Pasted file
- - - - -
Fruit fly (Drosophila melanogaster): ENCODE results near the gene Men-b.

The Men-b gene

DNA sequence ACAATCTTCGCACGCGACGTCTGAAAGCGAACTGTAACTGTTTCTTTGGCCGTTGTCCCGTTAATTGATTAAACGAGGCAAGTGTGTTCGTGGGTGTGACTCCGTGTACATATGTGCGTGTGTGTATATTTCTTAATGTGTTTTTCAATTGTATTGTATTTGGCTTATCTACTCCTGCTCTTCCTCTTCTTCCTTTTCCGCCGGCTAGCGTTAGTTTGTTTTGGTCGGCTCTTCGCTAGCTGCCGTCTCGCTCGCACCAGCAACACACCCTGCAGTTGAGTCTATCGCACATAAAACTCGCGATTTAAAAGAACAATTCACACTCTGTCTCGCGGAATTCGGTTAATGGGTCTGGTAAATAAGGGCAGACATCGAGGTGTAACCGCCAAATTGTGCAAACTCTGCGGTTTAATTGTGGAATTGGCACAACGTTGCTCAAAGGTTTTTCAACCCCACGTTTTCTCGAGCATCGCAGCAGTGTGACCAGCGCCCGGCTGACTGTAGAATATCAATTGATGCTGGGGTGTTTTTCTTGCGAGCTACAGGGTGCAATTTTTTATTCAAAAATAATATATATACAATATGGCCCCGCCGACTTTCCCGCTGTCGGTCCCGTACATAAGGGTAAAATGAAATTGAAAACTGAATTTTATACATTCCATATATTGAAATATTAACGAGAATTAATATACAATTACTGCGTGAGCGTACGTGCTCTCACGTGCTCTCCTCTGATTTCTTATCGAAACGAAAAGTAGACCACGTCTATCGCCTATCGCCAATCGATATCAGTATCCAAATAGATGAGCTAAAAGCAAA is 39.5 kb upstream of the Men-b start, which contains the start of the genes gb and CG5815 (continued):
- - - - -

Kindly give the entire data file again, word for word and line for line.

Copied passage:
Fruit fly (Drosophila melanogaster): ENCODE results near the gene Men-b.

The Men-b gene

DNA sequence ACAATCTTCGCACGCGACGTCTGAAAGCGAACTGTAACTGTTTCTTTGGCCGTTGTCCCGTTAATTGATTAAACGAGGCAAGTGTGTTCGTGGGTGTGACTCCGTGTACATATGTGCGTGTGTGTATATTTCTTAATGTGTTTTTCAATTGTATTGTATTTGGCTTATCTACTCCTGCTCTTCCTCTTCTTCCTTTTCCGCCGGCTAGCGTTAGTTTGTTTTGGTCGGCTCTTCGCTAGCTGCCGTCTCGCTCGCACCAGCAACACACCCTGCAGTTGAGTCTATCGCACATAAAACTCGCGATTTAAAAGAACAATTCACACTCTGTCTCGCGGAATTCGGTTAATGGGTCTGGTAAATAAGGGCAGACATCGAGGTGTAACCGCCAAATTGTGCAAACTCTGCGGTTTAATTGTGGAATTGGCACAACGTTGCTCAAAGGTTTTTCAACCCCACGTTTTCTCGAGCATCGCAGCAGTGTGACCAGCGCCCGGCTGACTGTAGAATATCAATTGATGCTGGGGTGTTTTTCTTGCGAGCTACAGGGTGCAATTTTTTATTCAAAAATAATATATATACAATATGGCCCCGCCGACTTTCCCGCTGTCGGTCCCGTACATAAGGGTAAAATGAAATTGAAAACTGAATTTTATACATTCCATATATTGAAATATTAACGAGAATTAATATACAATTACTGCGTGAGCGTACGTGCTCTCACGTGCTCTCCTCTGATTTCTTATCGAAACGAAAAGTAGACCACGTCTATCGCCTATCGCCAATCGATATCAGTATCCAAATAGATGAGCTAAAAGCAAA is 39.5 kb upstream of the Men-b start, which contains the start of the genes gb and CG5815 (continued):